My friends and family will tell you that I'm already a very organized person and my house is generally tidy. So why would I read this book? Because if you open my closets, cupboards, or drawers, a beast is lurking. I wanted to see if the KonMari method could help me tame that beast... beginning with my own closet.

According to Kondo, effective tidying involves two essential actions: discarding and deciding where to store things. In addition, to tidy efficiently you must do it all at once, as quickly as possible, and nothing should be put away until the discarding is done.

Her basic ideas seem fundamentally sound and, to me, intuitive. She even offers subcategories, to be approached in a specific order, for those unable to tidy their closet in one fell swoop. There are also tips on how to fold and arrange items in a drawer. And all that is fine...

Until it gets to be a bit much. Talk to each of your possessions? Thank them for serving your needs? Be considerate of their feelings? Seriously?? That sounds a little crazy to me.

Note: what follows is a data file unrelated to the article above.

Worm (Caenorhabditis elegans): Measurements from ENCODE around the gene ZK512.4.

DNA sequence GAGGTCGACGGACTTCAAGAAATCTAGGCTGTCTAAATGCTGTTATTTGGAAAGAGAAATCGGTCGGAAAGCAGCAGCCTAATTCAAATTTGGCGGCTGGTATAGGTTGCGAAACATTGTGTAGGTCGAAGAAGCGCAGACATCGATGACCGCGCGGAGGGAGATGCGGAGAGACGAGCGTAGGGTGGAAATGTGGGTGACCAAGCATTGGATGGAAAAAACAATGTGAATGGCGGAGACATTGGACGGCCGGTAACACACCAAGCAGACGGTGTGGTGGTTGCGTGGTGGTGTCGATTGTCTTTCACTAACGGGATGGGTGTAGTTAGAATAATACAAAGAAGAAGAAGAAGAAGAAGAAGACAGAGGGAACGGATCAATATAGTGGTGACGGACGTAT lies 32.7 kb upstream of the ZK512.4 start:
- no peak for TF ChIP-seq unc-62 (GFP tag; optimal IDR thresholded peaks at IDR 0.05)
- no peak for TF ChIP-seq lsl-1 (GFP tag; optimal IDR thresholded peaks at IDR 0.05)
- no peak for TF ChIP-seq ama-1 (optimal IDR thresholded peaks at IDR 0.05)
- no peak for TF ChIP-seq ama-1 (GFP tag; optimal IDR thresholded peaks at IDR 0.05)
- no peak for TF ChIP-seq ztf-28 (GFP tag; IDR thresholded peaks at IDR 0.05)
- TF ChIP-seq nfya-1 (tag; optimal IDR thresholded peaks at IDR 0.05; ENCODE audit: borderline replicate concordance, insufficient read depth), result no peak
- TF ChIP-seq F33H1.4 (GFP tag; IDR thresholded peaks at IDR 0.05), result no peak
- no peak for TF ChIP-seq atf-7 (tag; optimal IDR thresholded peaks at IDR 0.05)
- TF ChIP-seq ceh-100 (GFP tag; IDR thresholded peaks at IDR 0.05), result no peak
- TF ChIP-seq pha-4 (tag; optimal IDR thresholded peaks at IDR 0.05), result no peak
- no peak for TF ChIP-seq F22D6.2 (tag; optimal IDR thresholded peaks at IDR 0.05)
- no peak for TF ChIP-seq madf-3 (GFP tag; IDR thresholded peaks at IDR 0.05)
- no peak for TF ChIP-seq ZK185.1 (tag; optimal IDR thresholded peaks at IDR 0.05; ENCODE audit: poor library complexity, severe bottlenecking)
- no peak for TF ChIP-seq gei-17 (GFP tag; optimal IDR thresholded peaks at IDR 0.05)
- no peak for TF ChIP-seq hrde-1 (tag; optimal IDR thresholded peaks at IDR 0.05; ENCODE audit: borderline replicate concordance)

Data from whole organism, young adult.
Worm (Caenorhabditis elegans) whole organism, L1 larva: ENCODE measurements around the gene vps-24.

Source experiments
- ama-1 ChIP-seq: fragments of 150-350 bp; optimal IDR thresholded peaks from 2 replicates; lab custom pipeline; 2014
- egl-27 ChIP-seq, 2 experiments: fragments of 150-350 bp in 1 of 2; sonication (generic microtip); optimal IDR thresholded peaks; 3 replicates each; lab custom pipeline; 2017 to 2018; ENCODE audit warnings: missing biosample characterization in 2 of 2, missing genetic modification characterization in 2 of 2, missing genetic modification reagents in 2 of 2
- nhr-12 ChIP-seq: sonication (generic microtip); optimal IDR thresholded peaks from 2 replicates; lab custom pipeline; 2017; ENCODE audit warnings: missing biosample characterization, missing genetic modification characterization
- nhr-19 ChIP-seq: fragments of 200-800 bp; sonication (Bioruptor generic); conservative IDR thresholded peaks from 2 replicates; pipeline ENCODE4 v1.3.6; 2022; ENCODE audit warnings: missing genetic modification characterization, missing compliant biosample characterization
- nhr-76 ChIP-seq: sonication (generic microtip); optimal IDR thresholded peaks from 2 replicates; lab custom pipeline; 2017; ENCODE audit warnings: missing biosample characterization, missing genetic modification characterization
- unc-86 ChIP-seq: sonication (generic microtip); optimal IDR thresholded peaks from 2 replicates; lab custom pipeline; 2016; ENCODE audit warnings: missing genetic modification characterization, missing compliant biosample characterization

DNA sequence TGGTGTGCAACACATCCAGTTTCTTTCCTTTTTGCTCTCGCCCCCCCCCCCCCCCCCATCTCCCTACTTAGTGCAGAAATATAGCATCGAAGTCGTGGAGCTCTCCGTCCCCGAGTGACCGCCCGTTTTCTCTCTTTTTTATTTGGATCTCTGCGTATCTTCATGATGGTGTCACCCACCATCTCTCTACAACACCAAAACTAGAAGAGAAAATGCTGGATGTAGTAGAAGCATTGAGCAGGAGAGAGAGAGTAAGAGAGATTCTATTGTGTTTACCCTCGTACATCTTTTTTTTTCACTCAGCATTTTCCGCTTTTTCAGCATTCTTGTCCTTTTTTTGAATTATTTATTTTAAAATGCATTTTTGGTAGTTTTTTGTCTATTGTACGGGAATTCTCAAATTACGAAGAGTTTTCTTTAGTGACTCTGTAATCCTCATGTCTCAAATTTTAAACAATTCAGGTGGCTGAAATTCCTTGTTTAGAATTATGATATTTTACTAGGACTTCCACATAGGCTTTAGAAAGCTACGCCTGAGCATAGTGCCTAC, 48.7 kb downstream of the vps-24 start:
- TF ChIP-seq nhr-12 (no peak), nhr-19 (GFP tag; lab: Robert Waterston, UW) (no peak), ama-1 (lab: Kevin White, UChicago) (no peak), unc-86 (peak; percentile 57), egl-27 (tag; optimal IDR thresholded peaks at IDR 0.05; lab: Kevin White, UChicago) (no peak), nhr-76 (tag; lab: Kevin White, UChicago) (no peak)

But I finished reading the book.

And then it was time to tackle my closet... in sections, not exactly in the prescribed order. I did consider the joy-inducing capabilities of each item individually. However, I did not  speak directly to any article of clothing.

Three days (and six bags) later, my closet was a joy to behold.

On the fourth day, I went shopping!

The kitchen cabinets and my husband's closet (with his assistance, of course) are next on the agenda. We'll see about purging books after that.

Much of this book seems like common sense, some of it is certainly over-the-top, and I remain skeptical of any "life-changing" claims. Its primary value seems to be as inspiration and motivation... which was exactly what I needed.

My rating:

Wednesday, July 22, 2015

(Almost) Wordless Wednesday

Judging from the response on Instagram yesterday, I had to share this photo here:

My caption:
Look what I saw at B&N today! This could be the only way I'll ever read Proust. #instabooks #bookstagram

Click here for links to all of this week's Paris in July posts.

Tuesday, July 21, 2015

Tuesday Intro: Old Filth

The Donheads